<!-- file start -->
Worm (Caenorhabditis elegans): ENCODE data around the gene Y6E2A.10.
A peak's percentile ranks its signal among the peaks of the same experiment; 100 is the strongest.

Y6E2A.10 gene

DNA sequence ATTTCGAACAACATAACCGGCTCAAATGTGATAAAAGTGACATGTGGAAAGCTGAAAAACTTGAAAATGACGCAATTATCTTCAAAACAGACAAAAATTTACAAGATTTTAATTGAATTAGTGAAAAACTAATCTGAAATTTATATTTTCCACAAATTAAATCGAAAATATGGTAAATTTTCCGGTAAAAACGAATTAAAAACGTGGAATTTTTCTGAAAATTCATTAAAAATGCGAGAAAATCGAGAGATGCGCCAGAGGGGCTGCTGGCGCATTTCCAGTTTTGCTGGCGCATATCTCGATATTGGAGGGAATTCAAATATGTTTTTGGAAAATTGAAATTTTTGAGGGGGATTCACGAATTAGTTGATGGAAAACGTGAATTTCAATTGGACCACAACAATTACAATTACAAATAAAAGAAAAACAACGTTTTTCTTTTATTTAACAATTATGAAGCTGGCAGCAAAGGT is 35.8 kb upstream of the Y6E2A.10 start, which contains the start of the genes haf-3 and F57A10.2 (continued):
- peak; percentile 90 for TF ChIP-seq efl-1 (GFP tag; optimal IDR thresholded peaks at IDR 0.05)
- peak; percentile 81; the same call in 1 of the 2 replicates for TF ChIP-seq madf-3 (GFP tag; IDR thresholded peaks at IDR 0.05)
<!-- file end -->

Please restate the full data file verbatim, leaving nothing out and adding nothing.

Worm (Caenorhabditis elegans): ENCODE data around the gene Y6E2A.10.
A peak's percentile ranks its signal among the peaks of the same experiment; 100 is the strongest.

Y6E2A.10 gene

DNA sequence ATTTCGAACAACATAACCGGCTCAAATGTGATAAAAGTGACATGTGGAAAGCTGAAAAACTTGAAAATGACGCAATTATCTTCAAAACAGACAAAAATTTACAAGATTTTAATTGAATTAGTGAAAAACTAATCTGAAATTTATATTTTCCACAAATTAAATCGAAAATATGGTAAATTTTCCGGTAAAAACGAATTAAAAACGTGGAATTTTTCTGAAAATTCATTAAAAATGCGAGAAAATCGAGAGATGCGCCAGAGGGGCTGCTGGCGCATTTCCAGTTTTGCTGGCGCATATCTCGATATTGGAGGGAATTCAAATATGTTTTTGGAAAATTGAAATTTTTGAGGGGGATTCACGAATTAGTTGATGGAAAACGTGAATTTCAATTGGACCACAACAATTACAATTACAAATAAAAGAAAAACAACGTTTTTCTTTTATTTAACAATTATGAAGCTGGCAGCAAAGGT is 35.8 kb upstream of the Y6E2A.10 start, which contains the start of the genes haf-3 and F57A10.2 (continued):
- peak; percentile 90 for TF ChIP-seq efl-1 (GFP tag; optimal IDR thresholded peaks at IDR 0.05)
- peak; percentile 81; the same call in 1 of the 2 replicates for TF ChIP-seq madf-3 (GFP tag; IDR thresholded peaks at IDR 0.05)